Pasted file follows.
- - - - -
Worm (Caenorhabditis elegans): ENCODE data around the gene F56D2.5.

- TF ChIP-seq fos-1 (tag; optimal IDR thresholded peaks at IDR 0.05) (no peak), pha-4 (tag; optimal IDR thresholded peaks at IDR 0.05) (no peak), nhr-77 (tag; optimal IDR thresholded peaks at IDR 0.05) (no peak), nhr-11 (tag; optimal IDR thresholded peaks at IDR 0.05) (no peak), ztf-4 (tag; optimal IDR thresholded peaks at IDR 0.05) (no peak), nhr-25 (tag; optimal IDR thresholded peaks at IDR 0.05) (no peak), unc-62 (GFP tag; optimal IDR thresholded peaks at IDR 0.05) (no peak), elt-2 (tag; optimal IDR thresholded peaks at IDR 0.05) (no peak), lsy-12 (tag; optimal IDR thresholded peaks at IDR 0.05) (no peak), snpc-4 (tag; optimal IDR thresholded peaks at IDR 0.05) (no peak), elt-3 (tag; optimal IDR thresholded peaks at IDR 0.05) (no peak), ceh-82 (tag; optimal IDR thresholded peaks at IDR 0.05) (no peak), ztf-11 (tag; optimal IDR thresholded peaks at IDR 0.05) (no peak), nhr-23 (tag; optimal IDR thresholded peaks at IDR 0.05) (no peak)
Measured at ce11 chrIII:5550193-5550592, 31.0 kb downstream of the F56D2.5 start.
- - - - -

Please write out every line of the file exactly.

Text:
Worm (Caenorhabditis elegans): ENCODE data around the gene F56D2.5.

- TF ChIP-seq fos-1 (tag; optimal IDR thresholded peaks at IDR 0.05) (no peak), pha-4 (tag; optimal IDR thresholded peaks at IDR 0.05) (no peak), nhr-77 (tag; optimal IDR thresholded peaks at IDR 0.05) (no peak), nhr-11 (tag; optimal IDR thresholded peaks at IDR 0.05) (no peak), ztf-4 (tag; optimal IDR thresholded peaks at IDR 0.05) (no peak), nhr-25 (tag; optimal IDR thresholded peaks at IDR 0.05) (no peak), unc-62 (GFP tag; optimal IDR thresholded peaks at IDR 0.05) (no peak), elt-2 (tag; optimal IDR thresholded peaks at IDR 0.05) (no peak), lsy-12 (tag; optimal IDR thresholded peaks at IDR 0.05) (no peak), snpc-4 (tag; optimal IDR thresholded peaks at IDR 0.05) (no peak), elt-3 (tag; optimal IDR thresholded peaks at IDR 0.05) (no peak), ceh-82 (tag; optimal IDR thresholded peaks at IDR 0.05) (no peak), ztf-11 (tag; optimal IDR thresholded peaks at IDR 0.05) (no peak), nhr-23 (tag; optimal IDR thresholded peaks at IDR 0.05) (no peak)
Measured at ce11 chrIII:5550193-5550592, 31.0 kb downstream of the F56D2.5 start.